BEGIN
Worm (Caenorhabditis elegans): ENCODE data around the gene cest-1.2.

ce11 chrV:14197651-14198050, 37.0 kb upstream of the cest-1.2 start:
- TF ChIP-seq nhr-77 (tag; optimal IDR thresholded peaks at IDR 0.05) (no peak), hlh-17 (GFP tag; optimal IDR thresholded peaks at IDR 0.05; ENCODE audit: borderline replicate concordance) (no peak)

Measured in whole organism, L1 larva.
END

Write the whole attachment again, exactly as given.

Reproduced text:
Worm (Caenorhabditis elegans): ENCODE data around the gene cest-1.2.

ce11 chrV:14197651-14198050, 37.0 kb upstream of the cest-1.2 start:
- TF ChIP-seq nhr-77 (tag; optimal IDR thresholded peaks at IDR 0.05) (no peak), hlh-17 (GFP tag; optimal IDR thresholded peaks at IDR 0.05; ENCODE audit: borderline replicate concordance) (no peak)

Measured in whole organism, L1 larva.